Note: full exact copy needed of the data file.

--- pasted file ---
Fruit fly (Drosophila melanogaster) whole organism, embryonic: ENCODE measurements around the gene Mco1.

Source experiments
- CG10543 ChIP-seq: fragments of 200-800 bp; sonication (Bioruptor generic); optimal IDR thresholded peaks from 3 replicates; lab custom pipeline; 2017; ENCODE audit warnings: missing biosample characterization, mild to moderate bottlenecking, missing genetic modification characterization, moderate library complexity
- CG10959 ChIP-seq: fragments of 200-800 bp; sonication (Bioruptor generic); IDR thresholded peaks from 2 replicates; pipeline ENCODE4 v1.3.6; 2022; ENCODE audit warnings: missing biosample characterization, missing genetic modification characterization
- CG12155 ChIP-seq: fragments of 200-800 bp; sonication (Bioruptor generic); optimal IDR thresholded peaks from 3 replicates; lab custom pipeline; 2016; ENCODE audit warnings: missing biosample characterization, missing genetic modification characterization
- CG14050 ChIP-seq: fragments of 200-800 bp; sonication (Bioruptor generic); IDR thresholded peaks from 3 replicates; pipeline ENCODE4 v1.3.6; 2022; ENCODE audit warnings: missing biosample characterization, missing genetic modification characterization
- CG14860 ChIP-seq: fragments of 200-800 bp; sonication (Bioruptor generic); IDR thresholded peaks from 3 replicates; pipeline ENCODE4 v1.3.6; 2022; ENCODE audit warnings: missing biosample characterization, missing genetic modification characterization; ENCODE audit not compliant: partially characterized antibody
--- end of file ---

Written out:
Fruit fly (Drosophila melanogaster) whole organism, embryonic: ENCODE measurements around the gene Mco1.

Source experiments
- CG10543 ChIP-seq: fragments of 200-800 bp; sonication (Bioruptor generic); optimal IDR thresholded peaks from 3 replicates; lab custom pipeline; 2017; ENCODE audit warnings: missing biosample characterization, mild to moderate bottlenecking, missing genetic modification characterization, moderate library complexity
- CG10959 ChIP-seq: fragments of 200-800 bp; sonication (Bioruptor generic); IDR thresholded peaks from 2 replicates; pipeline ENCODE4 v1.3.6; 2022; ENCODE audit warnings: missing biosample characterization, missing genetic modification characterization
- CG12155 ChIP-seq: fragments of 200-800 bp; sonication (Bioruptor generic); optimal IDR thresholded peaks from 3 replicates; lab custom pipeline; 2016; ENCODE audit warnings: missing biosample characterization, missing genetic modification characterization
- CG14050 ChIP-seq: fragments of 200-800 bp; sonication (Bioruptor generic); IDR thresholded peaks from 3 replicates; pipeline ENCODE4 v1.3.6; 2022; ENCODE audit warnings: missing biosample characterization, missing genetic modification characterization
- CG14860 ChIP-seq: fragments of 200-800 bp; sonication (Bioruptor generic); IDR thresholded peaks from 3 replicates; pipeline ENCODE4 v1.3.6; 2022; ENCODE audit warnings: missing biosample characterization, missing genetic modification characterization; ENCODE audit not compliant: partially characterized antibody